*This page contains one (1) question located within the “Have your say” section at the bottom of the page.
The influence of Heathrow on air quality falls sharply with distance from the airport. In the area outside of the airport boundary, the main source of pollution that affects air quality is road traffic, the majority of which is not related to the airport.
Although the expansion of Heathrow will change and, in some places, increase emissions of air pollutants, our surface access proposals will minimise these effects by increasing public transport use and cleaner more sustainable modes of travel to and from the airport.
We will also manage emissions from aircraft by carefully designing the way the airport is laid out and designing aircraft stands that provide electricity and air to avoid the need for aircraft to use their engines whilst parked.
What is Air Quality?
Air quality is the term used to describe the degree to which the air that people breathe is free of pollutants. The most important air pollutants in the UK in relation to health effects are nitrogen dioxide (NO2) and particles (Particulate Matter, PM10 and PM2.5). Sulphur dioxide (SO2) concentrations have also been considered in our assessment.
Aspects of our proposals that could cause effects
The activities required for the construction of the new north west runway, terminals, aprons and satellites, together with the works required to divert and construct new local roads, have the potential to affect the quality of air locally. This may be because of the extensive earthworks needed causing dust, as well as exhaust emissions from construction equipment and vehicle engines.
The flights and road traffic that will use an expanded Heathrow will produce emissions that could increase levels of pollutants in the air.
A summary of the effects reported in the Preliminary Environmental Information Report (PEIR)
The greatest effects are likely to occur in areas to the north west of the existing airport, where earthworks will be required to prepare for the new runway. Construction sites will be established in this area, which will result in construction vehicle movements and emissions. Construction vehicles will remain on the motorway network wherever possible but will need to travel on the A4 to connect to work sites from the M4 motorway.
Due to the use of good practice measures contained in our Draft Code of Construction Practice, construction activities are predicted to cause no significant effects in relation to dust or odour. No significant effects in relation to NO2 levels are predicted during the construction phase given the temporary nature of construction effects and the further work that will be done to manage road traffic during construction.
During operation of an expanded Heathrow, air quality is expected to improve with time because of the introduction of cleaner road vehicles and increasingly modern aircraft which meet tighter emission standards.
No significant effects are predicted in relation to PM and SO2 emissions from aircraft, airfield activities and road traffic during construction or operation.
The increased number of flights will generate extra trips to the airport, but our surface access proposals, including improved public transport access, will mean that the effect on air quality will be minimised.
Measures for reducing potential effects
As outlined in our construction section,we will employ best practice measures that are used effectively at major construction sites across the country to limit emissions of dust and odour during construction.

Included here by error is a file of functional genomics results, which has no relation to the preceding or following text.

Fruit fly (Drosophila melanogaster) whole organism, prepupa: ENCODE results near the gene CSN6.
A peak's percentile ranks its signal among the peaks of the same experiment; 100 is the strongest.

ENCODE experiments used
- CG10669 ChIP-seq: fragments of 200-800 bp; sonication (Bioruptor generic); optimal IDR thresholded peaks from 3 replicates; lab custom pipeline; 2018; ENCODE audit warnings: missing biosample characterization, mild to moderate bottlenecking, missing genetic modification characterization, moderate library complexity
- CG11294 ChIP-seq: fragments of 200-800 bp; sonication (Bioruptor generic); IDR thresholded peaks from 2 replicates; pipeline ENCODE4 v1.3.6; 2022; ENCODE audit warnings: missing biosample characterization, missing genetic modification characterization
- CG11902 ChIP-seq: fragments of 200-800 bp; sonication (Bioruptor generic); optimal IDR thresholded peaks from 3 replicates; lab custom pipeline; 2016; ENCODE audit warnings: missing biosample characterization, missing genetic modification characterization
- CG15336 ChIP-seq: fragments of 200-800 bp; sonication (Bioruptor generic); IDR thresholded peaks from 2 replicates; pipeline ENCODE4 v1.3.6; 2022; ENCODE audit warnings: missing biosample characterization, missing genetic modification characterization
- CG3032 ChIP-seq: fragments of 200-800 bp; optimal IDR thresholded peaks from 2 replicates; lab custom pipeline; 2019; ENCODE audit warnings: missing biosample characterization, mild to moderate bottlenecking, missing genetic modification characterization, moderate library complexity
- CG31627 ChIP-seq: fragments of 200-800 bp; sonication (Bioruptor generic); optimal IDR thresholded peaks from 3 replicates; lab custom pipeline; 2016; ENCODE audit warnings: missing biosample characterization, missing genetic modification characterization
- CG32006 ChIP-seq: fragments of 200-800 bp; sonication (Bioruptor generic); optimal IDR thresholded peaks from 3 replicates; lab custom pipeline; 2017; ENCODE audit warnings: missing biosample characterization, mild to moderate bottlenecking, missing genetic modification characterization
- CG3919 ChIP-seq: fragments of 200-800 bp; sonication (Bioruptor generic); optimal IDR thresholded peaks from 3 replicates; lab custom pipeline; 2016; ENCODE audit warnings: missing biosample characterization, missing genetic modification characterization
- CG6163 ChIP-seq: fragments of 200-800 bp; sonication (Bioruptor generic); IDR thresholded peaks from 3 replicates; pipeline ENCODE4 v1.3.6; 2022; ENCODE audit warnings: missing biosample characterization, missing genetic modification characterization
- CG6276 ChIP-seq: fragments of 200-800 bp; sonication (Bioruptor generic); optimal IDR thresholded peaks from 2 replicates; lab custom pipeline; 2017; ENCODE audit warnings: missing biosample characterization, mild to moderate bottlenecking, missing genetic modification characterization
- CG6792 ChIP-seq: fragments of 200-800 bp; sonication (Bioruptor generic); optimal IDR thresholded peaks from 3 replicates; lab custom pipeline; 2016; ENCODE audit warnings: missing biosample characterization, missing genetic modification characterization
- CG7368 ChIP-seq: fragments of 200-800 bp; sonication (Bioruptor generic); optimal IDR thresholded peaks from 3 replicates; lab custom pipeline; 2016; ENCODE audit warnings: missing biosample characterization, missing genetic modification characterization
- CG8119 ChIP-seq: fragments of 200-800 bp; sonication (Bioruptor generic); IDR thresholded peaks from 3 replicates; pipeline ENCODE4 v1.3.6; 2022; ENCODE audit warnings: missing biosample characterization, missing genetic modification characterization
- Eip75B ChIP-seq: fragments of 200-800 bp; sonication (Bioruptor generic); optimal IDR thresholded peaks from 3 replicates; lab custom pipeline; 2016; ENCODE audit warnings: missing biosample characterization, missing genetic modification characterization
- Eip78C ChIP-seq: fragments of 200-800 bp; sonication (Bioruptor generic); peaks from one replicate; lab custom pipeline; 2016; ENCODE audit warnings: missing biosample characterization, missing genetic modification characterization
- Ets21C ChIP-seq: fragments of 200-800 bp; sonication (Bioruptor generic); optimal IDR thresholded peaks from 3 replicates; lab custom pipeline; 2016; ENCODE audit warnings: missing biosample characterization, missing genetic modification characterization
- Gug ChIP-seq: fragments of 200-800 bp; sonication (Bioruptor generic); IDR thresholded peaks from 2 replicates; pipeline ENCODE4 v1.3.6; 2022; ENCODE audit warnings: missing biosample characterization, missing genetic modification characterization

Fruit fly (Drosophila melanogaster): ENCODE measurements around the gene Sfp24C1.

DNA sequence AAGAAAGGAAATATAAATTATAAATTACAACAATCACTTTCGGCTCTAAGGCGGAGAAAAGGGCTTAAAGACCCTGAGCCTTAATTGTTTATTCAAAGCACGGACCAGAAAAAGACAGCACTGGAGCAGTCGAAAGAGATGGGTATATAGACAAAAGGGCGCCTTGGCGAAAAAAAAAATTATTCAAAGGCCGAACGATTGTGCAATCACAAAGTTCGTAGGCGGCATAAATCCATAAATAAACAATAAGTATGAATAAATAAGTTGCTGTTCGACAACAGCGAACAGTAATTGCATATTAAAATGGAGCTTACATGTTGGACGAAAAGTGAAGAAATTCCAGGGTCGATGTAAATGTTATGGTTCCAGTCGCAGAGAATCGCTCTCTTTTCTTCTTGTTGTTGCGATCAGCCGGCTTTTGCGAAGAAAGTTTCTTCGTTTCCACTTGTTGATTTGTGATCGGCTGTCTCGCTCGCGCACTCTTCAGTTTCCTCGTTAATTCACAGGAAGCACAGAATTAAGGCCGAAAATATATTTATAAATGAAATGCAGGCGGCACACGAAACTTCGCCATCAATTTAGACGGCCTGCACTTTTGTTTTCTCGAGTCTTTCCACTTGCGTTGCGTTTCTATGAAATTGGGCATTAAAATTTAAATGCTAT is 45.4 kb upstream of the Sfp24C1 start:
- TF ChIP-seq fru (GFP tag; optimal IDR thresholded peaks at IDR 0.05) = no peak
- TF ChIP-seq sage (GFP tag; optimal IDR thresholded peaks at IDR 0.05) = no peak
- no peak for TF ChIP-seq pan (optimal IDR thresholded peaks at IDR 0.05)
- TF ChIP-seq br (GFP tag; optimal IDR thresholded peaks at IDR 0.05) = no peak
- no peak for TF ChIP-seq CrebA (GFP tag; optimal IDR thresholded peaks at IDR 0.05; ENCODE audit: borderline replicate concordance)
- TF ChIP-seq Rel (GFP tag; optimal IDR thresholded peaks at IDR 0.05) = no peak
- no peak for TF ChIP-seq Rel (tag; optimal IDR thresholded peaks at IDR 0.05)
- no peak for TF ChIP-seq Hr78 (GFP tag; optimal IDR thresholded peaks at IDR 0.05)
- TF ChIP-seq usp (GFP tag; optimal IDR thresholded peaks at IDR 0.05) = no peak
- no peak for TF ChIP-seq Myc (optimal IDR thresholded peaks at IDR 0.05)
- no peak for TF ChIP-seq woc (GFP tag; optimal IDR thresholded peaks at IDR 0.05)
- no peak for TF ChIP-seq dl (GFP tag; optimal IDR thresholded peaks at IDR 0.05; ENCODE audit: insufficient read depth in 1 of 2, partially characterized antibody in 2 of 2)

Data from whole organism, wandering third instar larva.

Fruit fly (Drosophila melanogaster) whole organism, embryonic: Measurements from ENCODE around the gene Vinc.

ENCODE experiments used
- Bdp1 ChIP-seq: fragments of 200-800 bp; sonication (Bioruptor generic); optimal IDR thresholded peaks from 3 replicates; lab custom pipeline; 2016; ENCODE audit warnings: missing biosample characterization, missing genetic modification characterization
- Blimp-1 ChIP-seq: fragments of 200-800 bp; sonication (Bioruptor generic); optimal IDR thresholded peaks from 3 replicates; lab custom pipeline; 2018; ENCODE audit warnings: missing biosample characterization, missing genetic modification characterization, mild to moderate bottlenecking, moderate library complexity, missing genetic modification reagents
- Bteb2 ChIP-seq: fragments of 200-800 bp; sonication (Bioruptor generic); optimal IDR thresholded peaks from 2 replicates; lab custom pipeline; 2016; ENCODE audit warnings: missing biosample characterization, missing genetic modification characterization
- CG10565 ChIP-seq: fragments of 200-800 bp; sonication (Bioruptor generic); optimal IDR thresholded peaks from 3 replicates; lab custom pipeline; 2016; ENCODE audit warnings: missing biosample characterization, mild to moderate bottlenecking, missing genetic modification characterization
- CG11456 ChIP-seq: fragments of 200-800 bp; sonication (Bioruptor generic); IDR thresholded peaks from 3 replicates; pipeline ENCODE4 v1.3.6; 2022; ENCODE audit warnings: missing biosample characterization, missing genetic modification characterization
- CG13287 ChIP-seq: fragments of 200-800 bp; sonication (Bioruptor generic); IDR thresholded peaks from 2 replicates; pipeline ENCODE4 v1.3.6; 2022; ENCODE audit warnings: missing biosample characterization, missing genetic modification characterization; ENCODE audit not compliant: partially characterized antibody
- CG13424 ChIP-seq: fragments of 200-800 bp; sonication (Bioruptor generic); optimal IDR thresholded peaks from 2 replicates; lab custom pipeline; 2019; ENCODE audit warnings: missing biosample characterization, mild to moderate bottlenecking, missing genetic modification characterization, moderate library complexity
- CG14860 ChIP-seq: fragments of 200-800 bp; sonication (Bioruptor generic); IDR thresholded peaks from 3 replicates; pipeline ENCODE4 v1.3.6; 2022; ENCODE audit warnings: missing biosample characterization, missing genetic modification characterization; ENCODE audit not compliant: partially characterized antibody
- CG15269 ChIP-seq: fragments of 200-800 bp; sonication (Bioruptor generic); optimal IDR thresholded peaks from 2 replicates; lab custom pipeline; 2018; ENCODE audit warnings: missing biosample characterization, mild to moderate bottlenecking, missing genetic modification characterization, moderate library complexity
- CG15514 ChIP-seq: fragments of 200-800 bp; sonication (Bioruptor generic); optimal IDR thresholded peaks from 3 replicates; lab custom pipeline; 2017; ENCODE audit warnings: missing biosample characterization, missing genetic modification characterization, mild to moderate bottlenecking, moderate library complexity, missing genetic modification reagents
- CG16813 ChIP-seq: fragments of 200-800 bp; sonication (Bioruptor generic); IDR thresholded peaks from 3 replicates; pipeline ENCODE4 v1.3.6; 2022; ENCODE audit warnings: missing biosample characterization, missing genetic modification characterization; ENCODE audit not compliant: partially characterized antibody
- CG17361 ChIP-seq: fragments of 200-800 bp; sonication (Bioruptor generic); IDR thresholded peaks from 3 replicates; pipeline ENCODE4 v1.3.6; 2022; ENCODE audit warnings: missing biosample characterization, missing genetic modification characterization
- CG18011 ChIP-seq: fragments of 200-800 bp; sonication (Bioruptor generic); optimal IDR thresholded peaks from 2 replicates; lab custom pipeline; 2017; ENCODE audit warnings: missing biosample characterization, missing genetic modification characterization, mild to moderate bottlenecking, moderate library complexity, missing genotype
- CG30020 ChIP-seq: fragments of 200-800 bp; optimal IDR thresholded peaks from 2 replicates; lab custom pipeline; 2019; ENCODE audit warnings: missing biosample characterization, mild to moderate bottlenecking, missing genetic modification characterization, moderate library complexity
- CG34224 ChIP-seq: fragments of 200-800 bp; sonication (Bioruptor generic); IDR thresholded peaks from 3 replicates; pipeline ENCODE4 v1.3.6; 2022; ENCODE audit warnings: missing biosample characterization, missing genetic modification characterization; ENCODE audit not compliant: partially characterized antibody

A Construction Traffic Management Plan and Construction Workforce Travel Plan will be prepared and implemented to reduce the effect of construction road traffic.
The design of an expanded Heathrow includes proposals to help control and manage emissions. These include connections for stationary aircraft to use plug-in electrical power rather than their engines and electric vehicle charging equipment.
Our surface access proposals are vital to help manage the effects on air quality. Of importance for air quality are:
- A road user charging strategy which includes a Heathrow Ultra Low Emissions Zone and proposals for the introduction of a Heathrow Vehicle Access Charge
- Public transport proposals which increase the use of existing and committed public transport schemes to the airport
- Car parking proposals which will see a phased reduction in colleague parking with passenger parking increasing, but with a reduction in the amount of parking spaces available per passenger over time.
Our overall proposals
In addition to the question on this page, we also want to know what you think about our overall proposals to manage the environmental effects of expansion and, in particular:
- whether there are any other initiatives or proposals that we should consider to address the emissions from airport related traffic or airport operations;
- our proposals to help health and well-being, in particular whether there are any proposals that you think we should consider to address the effect of the Project on the health and wellbeing of our colleagues, neighbours and passengers;
- our noise insulation schemes;
- what factors are most important as we develop our proposals for noise management, in particular our proposals for the design and implementation of a noise envelope;
- our proposals for maximising new jobs and training, in particular, whether there are any other ways that we can maximise skills and training opportunities to benefit our local communities;
- on our approach to addressing effects on the historic environment, including any particular proposals you would like us to consider.
To respond to our proposals please answer the overarching question on the Environmental Introduction page.